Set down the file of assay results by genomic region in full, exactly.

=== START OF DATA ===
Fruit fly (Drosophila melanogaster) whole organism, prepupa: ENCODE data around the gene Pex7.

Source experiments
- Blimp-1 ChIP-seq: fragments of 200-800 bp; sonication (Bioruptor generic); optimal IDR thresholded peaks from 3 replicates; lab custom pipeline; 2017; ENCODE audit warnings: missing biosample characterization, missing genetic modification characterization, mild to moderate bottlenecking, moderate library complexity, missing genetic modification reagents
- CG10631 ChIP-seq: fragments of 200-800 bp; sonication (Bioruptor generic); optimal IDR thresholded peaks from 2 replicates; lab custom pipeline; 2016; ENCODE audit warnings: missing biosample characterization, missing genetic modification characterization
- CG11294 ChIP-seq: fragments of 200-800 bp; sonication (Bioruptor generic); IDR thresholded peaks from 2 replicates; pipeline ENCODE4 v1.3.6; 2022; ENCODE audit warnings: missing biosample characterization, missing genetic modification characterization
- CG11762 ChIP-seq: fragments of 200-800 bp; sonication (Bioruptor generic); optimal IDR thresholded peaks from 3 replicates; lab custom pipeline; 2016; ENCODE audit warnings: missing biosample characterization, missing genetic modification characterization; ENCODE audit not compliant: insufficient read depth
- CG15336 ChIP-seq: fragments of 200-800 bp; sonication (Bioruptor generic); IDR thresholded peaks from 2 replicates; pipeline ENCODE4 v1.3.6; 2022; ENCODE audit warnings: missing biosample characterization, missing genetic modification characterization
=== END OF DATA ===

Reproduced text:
Fruit fly (Drosophila melanogaster) whole organism, prepupa: ENCODE data around the gene Pex7.

Source experiments
- Blimp-1 ChIP-seq: fragments of 200-800 bp; sonication (Bioruptor generic); optimal IDR thresholded peaks from 3 replicates; lab custom pipeline; 2017; ENCODE audit warnings: missing biosample characterization, missing genetic modification characterization, mild to moderate bottlenecking, moderate library complexity, missing genetic modification reagents
- CG10631 ChIP-seq: fragments of 200-800 bp; sonication (Bioruptor generic); optimal IDR thresholded peaks from 2 replicates; lab custom pipeline; 2016; ENCODE audit warnings: missing biosample characterization, missing genetic modification characterization
- CG11294 ChIP-seq: fragments of 200-800 bp; sonication (Bioruptor generic); IDR thresholded peaks from 2 replicates; pipeline ENCODE4 v1.3.6; 2022; ENCODE audit warnings: missing biosample characterization, missing genetic modification characterization
- CG11762 ChIP-seq: fragments of 200-800 bp; sonication (Bioruptor generic); optimal IDR thresholded peaks from 3 replicates; lab custom pipeline; 2016; ENCODE audit warnings: missing biosample characterization, missing genetic modification characterization; ENCODE audit not compliant: insufficient read depth
- CG15336 ChIP-seq: fragments of 200-800 bp; sonication (Bioruptor generic); IDR thresholded peaks from 2 replicates; pipeline ENCODE4 v1.3.6; 2022; ENCODE audit warnings: missing biosample characterization, missing genetic modification characterization